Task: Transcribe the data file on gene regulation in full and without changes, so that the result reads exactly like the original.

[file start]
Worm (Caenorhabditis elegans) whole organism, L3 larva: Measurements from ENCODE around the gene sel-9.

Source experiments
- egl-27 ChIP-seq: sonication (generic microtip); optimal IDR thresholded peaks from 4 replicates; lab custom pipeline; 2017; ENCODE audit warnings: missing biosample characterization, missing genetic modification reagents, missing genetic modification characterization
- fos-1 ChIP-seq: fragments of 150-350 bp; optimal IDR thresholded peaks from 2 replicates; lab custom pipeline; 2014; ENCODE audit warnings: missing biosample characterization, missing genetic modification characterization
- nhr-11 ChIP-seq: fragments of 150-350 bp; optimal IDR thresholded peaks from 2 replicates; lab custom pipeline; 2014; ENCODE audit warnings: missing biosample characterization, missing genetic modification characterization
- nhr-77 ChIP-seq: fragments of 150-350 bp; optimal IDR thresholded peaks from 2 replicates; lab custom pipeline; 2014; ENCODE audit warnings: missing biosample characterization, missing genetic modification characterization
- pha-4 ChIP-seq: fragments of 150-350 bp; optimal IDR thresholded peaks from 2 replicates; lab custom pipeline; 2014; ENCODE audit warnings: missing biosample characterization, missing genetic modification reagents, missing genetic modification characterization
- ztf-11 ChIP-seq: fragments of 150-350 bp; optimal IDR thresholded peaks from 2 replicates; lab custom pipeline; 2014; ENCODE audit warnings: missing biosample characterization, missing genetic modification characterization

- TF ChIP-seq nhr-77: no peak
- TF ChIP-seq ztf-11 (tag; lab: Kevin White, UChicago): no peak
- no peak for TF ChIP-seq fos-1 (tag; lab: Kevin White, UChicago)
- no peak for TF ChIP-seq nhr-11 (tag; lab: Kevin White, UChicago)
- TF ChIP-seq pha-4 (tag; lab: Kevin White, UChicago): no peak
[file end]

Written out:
Worm (Caenorhabditis elegans) whole organism, L3 larva: Measurements from ENCODE around the gene sel-9.

Source experiments
- egl-27 ChIP-seq: sonication (generic microtip); optimal IDR thresholded peaks from 4 replicates; lab custom pipeline; 2017; ENCODE audit warnings: missing biosample characterization, missing genetic modification reagents, missing genetic modification characterization
- fos-1 ChIP-seq: fragments of 150-350 bp; optimal IDR thresholded peaks from 2 replicates; lab custom pipeline; 2014; ENCODE audit warnings: missing biosample characterization, missing genetic modification characterization
- nhr-11 ChIP-seq: fragments of 150-350 bp; optimal IDR thresholded peaks from 2 replicates; lab custom pipeline; 2014; ENCODE audit warnings: missing biosample characterization, missing genetic modification characterization
- nhr-77 ChIP-seq: fragments of 150-350 bp; optimal IDR thresholded peaks from 2 replicates; lab custom pipeline; 2014; ENCODE audit warnings: missing biosample characterization, missing genetic modification characterization
- pha-4 ChIP-seq: fragments of 150-350 bp; optimal IDR thresholded peaks from 2 replicates; lab custom pipeline; 2014; ENCODE audit warnings: missing biosample characterization, missing genetic modification reagents, missing genetic modification characterization
- ztf-11 ChIP-seq: fragments of 150-350 bp; optimal IDR thresholded peaks from 2 replicates; lab custom pipeline; 2014; ENCODE audit warnings: missing biosample characterization, missing genetic modification characterization

- TF ChIP-seq nhr-77: no peak
- TF ChIP-seq ztf-11 (tag; lab: Kevin White, UChicago): no peak
- no peak for TF ChIP-seq fos-1 (tag; lab: Kevin White, UChicago)
- no peak for TF ChIP-seq nhr-11 (tag; lab: Kevin White, UChicago)
- TF ChIP-seq pha-4 (tag; lab: Kevin White, UChicago): no peak